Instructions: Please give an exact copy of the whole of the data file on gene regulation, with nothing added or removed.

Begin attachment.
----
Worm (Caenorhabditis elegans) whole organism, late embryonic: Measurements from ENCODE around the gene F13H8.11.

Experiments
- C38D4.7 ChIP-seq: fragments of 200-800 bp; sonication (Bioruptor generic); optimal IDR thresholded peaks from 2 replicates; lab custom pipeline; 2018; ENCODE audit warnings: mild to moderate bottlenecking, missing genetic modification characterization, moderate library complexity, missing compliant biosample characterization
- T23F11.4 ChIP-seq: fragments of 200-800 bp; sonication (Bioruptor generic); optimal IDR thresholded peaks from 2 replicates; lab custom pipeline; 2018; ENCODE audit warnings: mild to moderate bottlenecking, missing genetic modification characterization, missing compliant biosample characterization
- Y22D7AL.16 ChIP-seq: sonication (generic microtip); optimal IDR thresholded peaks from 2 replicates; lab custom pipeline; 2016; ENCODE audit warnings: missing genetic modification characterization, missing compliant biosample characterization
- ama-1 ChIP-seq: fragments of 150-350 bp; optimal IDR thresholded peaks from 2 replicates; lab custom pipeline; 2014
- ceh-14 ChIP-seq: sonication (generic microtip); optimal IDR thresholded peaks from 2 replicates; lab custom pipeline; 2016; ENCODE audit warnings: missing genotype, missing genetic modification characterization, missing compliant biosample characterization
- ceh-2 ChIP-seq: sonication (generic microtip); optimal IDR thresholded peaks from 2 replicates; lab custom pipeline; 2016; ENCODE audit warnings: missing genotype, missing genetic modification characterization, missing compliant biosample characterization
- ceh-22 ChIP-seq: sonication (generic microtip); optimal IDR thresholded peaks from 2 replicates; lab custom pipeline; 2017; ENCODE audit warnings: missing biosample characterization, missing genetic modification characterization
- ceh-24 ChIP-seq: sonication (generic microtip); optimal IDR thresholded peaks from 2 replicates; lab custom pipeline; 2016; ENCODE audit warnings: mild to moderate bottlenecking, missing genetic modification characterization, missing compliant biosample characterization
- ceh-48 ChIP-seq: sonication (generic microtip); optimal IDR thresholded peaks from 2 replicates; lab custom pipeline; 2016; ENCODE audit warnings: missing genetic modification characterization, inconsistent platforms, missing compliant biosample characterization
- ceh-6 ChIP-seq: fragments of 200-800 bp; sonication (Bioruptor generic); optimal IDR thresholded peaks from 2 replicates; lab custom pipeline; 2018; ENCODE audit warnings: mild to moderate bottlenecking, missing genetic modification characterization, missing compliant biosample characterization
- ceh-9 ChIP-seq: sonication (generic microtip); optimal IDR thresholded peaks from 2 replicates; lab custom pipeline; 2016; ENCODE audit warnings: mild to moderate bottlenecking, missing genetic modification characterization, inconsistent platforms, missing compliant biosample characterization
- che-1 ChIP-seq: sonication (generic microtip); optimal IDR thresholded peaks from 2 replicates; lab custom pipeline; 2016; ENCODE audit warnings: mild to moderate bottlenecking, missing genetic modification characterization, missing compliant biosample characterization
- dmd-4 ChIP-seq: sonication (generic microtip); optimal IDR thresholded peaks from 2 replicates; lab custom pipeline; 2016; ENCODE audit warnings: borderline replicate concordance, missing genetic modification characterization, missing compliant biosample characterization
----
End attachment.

Worm (Caenorhabditis elegans) whole organism, late embryonic: Measurements from ENCODE around the gene F13H8.11.

Experiments
- C38D4.7 ChIP-seq: fragments of 200-800 bp; sonication (Bioruptor generic); optimal IDR thresholded peaks from 2 replicates; lab custom pipeline; 2018; ENCODE audit warnings: mild to moderate bottlenecking, missing genetic modification characterization, moderate library complexity, missing compliant biosample characterization
- T23F11.4 ChIP-seq: fragments of 200-800 bp; sonication (Bioruptor generic); optimal IDR thresholded peaks from 2 replicates; lab custom pipeline; 2018; ENCODE audit warnings: mild to moderate bottlenecking, missing genetic modification characterization, missing compliant biosample characterization
- Y22D7AL.16 ChIP-seq: sonication (generic microtip); optimal IDR thresholded peaks from 2 replicates; lab custom pipeline; 2016; ENCODE audit warnings: missing genetic modification characterization, missing compliant biosample characterization
- ama-1 ChIP-seq: fragments of 150-350 bp; optimal IDR thresholded peaks from 2 replicates; lab custom pipeline; 2014
- ceh-14 ChIP-seq: sonication (generic microtip); optimal IDR thresholded peaks from 2 replicates; lab custom pipeline; 2016; ENCODE audit warnings: missing genotype, missing genetic modification characterization, missing compliant biosample characterization
- ceh-2 ChIP-seq: sonication (generic microtip); optimal IDR thresholded peaks from 2 replicates; lab custom pipeline; 2016; ENCODE audit warnings: missing genotype, missing genetic modification characterization, missing compliant biosample characterization
- ceh-22 ChIP-seq: sonication (generic microtip); optimal IDR thresholded peaks from 2 replicates; lab custom pipeline; 2017; ENCODE audit warnings: missing biosample characterization, missing genetic modification characterization
- ceh-24 ChIP-seq: sonication (generic microtip); optimal IDR thresholded peaks from 2 replicates; lab custom pipeline; 2016; ENCODE audit warnings: mild to moderate bottlenecking, missing genetic modification characterization, missing compliant biosample characterization
- ceh-48 ChIP-seq: sonication (generic microtip); optimal IDR thresholded peaks from 2 replicates; lab custom pipeline; 2016; ENCODE audit warnings: missing genetic modification characterization, inconsistent platforms, missing compliant biosample characterization
- ceh-6 ChIP-seq: fragments of 200-800 bp; sonication (Bioruptor generic); optimal IDR thresholded peaks from 2 replicates; lab custom pipeline; 2018; ENCODE audit warnings: mild to moderate bottlenecking, missing genetic modification characterization, missing compliant biosample characterization
- ceh-9 ChIP-seq: sonication (generic microtip); optimal IDR thresholded peaks from 2 replicates; lab custom pipeline; 2016; ENCODE audit warnings: mild to moderate bottlenecking, missing genetic modification characterization, inconsistent platforms, missing compliant biosample characterization
- che-1 ChIP-seq: sonication (generic microtip); optimal IDR thresholded peaks from 2 replicates; lab custom pipeline; 2016; ENCODE audit warnings: mild to moderate bottlenecking, missing genetic modification characterization, missing compliant biosample characterization
- dmd-4 ChIP-seq: sonication (generic microtip); optimal IDR thresholded peaks from 2 replicates; lab custom pipeline; 2016; ENCODE audit warnings: borderline replicate concordance, missing genetic modification characterization, missing compliant biosample characterization